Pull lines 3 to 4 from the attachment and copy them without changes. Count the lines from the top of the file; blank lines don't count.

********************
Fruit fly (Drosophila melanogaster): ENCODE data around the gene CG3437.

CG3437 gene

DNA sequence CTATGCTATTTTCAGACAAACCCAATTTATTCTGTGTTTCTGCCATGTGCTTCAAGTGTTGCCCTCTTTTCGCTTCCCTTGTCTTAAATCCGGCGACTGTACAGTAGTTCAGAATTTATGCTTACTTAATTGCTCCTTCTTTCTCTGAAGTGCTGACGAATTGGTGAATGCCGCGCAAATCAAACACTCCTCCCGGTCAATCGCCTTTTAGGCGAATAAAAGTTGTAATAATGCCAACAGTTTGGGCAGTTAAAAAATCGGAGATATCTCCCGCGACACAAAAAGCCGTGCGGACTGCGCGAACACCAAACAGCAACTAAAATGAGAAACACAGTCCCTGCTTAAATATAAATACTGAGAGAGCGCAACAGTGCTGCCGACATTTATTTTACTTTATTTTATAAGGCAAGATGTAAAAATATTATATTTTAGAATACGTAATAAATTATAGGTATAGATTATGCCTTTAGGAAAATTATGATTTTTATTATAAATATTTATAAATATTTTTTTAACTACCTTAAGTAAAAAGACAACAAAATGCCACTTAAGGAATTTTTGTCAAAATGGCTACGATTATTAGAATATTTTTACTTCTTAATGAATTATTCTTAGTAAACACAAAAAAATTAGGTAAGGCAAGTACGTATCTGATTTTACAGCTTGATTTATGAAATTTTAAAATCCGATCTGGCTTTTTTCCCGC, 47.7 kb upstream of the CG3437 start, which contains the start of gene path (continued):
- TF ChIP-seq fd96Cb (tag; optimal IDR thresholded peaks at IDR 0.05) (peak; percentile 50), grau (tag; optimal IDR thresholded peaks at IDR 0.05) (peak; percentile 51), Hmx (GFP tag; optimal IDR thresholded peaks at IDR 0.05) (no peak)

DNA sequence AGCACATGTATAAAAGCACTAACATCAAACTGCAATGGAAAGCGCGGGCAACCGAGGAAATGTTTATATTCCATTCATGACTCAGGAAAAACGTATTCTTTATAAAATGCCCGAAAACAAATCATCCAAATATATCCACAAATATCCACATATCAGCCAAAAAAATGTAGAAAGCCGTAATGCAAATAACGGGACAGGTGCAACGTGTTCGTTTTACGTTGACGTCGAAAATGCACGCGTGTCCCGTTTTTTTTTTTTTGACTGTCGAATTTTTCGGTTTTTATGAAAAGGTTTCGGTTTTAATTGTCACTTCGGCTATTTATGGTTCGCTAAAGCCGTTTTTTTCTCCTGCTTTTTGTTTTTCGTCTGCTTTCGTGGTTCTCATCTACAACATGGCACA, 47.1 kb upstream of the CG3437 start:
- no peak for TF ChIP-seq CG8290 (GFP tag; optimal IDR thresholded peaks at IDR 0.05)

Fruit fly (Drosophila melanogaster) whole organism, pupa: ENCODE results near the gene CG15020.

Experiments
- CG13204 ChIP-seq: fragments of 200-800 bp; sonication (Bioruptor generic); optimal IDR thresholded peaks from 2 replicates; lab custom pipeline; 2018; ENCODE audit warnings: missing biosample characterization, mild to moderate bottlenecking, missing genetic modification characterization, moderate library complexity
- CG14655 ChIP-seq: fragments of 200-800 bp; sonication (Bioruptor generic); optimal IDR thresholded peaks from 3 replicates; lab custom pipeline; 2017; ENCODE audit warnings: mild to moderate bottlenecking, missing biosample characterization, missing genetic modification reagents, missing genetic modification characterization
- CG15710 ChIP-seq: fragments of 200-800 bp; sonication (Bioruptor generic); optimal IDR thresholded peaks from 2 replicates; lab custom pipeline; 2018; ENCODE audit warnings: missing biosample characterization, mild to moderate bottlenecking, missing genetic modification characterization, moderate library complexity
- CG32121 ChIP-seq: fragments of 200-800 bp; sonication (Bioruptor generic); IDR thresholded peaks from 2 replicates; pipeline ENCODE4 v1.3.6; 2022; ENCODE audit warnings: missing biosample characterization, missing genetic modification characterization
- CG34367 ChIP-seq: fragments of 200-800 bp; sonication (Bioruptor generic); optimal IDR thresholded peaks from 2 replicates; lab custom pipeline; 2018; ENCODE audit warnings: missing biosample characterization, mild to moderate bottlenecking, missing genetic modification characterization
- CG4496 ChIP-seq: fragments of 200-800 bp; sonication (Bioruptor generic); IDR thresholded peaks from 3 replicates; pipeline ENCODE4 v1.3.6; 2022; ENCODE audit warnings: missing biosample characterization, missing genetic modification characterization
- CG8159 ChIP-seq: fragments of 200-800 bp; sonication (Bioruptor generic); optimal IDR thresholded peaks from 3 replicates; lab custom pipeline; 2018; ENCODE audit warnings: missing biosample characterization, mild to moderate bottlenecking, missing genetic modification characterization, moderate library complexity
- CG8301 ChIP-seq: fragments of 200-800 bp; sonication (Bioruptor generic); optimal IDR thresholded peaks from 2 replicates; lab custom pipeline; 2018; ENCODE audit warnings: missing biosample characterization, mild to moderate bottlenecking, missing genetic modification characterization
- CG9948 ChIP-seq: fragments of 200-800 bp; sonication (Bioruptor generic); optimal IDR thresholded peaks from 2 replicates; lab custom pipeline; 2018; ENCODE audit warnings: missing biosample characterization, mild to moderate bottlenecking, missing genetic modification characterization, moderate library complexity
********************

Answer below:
DNA sequence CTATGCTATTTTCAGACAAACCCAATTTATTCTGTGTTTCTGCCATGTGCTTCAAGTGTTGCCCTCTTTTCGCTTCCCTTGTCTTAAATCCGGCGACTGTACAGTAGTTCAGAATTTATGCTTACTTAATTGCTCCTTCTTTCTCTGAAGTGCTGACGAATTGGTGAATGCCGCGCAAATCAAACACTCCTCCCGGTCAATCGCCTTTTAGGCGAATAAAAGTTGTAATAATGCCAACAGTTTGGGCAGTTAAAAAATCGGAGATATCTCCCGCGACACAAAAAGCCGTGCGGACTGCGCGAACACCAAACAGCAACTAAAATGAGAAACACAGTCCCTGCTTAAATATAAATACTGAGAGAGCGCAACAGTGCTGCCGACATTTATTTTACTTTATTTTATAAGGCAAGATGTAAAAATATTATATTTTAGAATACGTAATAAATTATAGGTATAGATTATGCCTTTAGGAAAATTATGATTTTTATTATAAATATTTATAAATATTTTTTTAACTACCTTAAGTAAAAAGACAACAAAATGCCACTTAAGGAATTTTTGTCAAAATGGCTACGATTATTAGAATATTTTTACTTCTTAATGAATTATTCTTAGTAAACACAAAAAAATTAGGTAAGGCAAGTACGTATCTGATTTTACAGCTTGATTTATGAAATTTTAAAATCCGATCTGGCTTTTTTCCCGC, 47.7 kb upstream of the CG3437 start, which contains the start of gene path (continued):
- TF ChIP-seq fd96Cb (tag; optimal IDR thresholded peaks at IDR 0.05) (peak; percentile 50), grau (tag; optimal IDR thresholded peaks at IDR 0.05) (peak; percentile 51), Hmx (GFP tag; optimal IDR thresholded peaks at IDR 0.05) (no peak)